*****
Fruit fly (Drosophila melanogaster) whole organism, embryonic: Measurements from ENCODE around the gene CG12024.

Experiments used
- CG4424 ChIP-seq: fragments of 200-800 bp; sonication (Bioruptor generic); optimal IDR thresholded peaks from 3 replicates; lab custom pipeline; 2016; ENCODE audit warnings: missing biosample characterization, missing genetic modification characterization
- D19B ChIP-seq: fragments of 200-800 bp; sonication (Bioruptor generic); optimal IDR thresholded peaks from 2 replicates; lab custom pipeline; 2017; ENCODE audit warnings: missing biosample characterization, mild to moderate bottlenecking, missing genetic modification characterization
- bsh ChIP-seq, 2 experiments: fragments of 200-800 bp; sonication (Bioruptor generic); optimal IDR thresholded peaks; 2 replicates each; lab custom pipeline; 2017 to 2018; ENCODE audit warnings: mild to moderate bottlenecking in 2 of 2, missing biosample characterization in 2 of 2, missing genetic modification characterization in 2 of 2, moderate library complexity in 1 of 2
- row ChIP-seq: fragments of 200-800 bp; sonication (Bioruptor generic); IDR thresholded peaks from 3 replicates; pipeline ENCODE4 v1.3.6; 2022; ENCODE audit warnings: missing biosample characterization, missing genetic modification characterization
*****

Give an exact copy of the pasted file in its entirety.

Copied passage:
Fruit fly (Drosophila melanogaster) whole organism, embryonic: Measurements from ENCODE around the gene CG12024.

Experiments used
- CG4424 ChIP-seq: fragments of 200-800 bp; sonication (Bioruptor generic); optimal IDR thresholded peaks from 3 replicates; lab custom pipeline; 2016; ENCODE audit warnings: missing biosample characterization, missing genetic modification characterization
- D19B ChIP-seq: fragments of 200-800 bp; sonication (Bioruptor generic); optimal IDR thresholded peaks from 2 replicates; lab custom pipeline; 2017; ENCODE audit warnings: missing biosample characterization, mild to moderate bottlenecking, missing genetic modification characterization
- bsh ChIP-seq, 2 experiments: fragments of 200-800 bp; sonication (Bioruptor generic); optimal IDR thresholded peaks; 2 replicates each; lab custom pipeline; 2017 to 2018; ENCODE audit warnings: mild to moderate bottlenecking in 2 of 2, missing biosample characterization in 2 of 2, missing genetic modification characterization in 2 of 2, moderate library complexity in 1 of 2
- row ChIP-seq: fragments of 200-800 bp; sonication (Bioruptor generic); IDR thresholded peaks from 3 replicates; pipeline ENCODE4 v1.3.6; 2022; ENCODE audit warnings: missing biosample characterization, missing genetic modification characterization